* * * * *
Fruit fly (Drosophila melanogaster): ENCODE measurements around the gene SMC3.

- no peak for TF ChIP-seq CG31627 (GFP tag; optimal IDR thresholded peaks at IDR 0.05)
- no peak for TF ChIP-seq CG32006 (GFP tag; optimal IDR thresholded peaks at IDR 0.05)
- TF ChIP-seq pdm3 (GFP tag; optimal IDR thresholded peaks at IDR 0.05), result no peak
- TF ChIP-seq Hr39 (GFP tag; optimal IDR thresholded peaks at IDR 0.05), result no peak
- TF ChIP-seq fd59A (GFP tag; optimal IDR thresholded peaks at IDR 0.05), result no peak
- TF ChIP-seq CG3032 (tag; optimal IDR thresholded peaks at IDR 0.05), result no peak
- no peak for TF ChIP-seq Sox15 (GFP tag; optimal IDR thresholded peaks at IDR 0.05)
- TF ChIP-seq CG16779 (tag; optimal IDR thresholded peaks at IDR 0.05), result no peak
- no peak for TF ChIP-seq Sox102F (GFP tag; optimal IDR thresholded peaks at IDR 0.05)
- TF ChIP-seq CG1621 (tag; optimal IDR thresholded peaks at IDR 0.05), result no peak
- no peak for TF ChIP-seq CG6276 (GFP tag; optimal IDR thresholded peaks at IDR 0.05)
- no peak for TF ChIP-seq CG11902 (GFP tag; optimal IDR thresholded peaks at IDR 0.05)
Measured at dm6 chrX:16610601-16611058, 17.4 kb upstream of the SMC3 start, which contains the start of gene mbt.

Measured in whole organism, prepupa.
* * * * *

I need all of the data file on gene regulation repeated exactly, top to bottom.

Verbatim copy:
Fruit fly (Drosophila melanogaster): ENCODE measurements around the gene SMC3.

- no peak for TF ChIP-seq CG31627 (GFP tag; optimal IDR thresholded peaks at IDR 0.05)
- no peak for TF ChIP-seq CG32006 (GFP tag; optimal IDR thresholded peaks at IDR 0.05)
- TF ChIP-seq pdm3 (GFP tag; optimal IDR thresholded peaks at IDR 0.05), result no peak
- TF ChIP-seq Hr39 (GFP tag; optimal IDR thresholded peaks at IDR 0.05), result no peak
- TF ChIP-seq fd59A (GFP tag; optimal IDR thresholded peaks at IDR 0.05), result no peak
- TF ChIP-seq CG3032 (tag; optimal IDR thresholded peaks at IDR 0.05), result no peak
- no peak for TF ChIP-seq Sox15 (GFP tag; optimal IDR thresholded peaks at IDR 0.05)
- TF ChIP-seq CG16779 (tag; optimal IDR thresholded peaks at IDR 0.05), result no peak
- no peak for TF ChIP-seq Sox102F (GFP tag; optimal IDR thresholded peaks at IDR 0.05)
- TF ChIP-seq CG1621 (tag; optimal IDR thresholded peaks at IDR 0.05), result no peak
- no peak for TF ChIP-seq CG6276 (GFP tag; optimal IDR thresholded peaks at IDR 0.05)
- no peak for TF ChIP-seq CG11902 (GFP tag; optimal IDR thresholded peaks at IDR 0.05)
Measured at dm6 chrX:16610601-16611058, 17.4 kb upstream of the SMC3 start, which contains the start of gene mbt.

Measured in whole organism, prepupa.